This invention relates more particularly to the use as an abrasive of resinous materials for scouring purposes.

The abrasive compositions herein described may be used, not only as abrasives for scouring pads, but may be incorporated into scouring powders, grin-ding compounds and many other uses where abrasives are normally used.

The key to this invention is an abrasive powder with high efiiciency in removing soil, but with less tendency to scratch the substrate than have the usual abrasives such as silica.

When the abrasive is used in a scouring pad combination, the abrasive particles may be bound to a face of a substrate such as paper, using a binder such as resin.

When detergent is used as a part of a scouring pad combination, a saturating substrate such as the paper referred to above, is utilized as the backing, whereby the detergent leaches out of the substrate face which is opposite from the face to which the abrasive is bound.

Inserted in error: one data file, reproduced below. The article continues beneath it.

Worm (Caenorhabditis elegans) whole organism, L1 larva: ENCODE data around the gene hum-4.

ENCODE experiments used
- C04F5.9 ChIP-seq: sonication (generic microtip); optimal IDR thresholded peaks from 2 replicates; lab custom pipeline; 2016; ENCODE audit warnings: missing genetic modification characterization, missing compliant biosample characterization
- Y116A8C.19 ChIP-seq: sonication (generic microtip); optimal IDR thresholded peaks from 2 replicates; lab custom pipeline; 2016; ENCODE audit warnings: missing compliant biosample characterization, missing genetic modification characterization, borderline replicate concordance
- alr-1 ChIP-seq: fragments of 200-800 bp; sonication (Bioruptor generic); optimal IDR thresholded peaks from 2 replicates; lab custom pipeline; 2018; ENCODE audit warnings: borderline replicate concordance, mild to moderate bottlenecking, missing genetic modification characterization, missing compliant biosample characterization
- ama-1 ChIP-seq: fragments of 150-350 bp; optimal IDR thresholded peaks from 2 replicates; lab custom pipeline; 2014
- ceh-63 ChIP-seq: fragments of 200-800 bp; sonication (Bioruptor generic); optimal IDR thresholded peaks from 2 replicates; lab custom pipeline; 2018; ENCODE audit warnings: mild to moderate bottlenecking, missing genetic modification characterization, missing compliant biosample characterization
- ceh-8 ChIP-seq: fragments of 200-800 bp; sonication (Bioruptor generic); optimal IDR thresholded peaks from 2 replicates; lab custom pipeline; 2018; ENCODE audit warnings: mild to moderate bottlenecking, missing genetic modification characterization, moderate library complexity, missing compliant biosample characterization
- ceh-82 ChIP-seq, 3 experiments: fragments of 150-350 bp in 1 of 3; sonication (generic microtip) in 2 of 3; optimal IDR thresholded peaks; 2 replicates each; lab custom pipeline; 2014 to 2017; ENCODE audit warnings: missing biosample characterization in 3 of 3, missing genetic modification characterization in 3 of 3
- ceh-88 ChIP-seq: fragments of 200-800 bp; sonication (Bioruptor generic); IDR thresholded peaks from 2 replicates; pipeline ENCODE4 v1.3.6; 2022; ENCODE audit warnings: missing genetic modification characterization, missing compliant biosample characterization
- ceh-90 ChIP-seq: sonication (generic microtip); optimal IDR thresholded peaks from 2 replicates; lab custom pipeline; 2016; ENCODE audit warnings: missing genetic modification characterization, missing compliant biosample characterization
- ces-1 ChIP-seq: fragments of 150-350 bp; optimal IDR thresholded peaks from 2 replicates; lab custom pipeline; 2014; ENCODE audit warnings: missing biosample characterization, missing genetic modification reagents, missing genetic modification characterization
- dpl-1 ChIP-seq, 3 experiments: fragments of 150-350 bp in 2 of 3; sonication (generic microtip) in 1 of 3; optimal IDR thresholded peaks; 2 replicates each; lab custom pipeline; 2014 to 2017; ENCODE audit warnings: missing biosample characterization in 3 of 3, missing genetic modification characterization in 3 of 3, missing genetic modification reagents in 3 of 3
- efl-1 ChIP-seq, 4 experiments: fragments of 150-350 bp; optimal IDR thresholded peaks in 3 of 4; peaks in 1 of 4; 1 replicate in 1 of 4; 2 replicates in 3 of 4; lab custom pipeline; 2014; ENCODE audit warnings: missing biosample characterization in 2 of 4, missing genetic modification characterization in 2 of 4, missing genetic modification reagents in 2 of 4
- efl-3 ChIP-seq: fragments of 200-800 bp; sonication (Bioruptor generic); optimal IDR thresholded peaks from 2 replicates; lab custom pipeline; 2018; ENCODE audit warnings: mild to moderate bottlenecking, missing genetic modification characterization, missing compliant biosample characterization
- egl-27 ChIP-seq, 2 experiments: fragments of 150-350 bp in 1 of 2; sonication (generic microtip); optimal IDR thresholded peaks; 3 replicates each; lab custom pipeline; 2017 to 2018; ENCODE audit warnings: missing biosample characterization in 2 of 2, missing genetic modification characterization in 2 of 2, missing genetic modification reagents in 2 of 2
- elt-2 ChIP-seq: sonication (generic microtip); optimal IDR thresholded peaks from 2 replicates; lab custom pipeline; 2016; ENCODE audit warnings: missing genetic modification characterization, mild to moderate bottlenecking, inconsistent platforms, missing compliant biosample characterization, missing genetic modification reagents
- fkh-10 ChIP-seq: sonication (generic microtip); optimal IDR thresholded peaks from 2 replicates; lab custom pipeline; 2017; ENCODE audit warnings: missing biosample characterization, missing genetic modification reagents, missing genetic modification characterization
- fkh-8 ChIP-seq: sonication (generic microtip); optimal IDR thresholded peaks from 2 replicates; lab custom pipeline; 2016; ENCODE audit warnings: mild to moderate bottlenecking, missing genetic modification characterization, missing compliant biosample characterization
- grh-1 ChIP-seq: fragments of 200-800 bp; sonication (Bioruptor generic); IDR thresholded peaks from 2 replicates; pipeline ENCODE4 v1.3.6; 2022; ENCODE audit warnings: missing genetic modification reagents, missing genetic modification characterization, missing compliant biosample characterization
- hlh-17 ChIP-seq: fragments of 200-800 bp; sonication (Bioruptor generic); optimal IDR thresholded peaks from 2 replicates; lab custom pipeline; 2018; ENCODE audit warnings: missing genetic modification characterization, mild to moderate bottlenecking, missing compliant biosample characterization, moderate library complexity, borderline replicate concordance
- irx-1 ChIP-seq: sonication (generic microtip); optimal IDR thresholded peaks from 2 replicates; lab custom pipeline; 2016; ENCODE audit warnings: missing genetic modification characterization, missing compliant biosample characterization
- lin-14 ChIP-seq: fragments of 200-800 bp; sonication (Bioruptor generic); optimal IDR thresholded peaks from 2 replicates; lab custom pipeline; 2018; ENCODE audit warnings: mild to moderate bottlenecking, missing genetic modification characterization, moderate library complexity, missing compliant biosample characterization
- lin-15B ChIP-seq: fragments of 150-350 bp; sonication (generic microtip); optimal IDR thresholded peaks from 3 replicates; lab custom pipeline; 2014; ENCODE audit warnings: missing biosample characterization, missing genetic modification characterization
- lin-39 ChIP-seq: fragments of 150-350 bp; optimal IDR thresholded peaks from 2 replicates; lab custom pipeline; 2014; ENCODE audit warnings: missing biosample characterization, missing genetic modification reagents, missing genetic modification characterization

In a scouring pad more suitable for prolonged use, a backing of material such as polyurethane or dacron wadding may be attached to the substrate such as the paper-backing referred to above, to thereby produce a double-backing. The backing is attached to the substrates face which is opposite to the face to which the abrasive is bound. Any stable binder may be used to attach the backing.

When a double-backing is used, as referred to above, an additional combination may include a detergent conveniently incorporated substantially homogenously throughout the binder used to bind the backing to the substrate face as described above.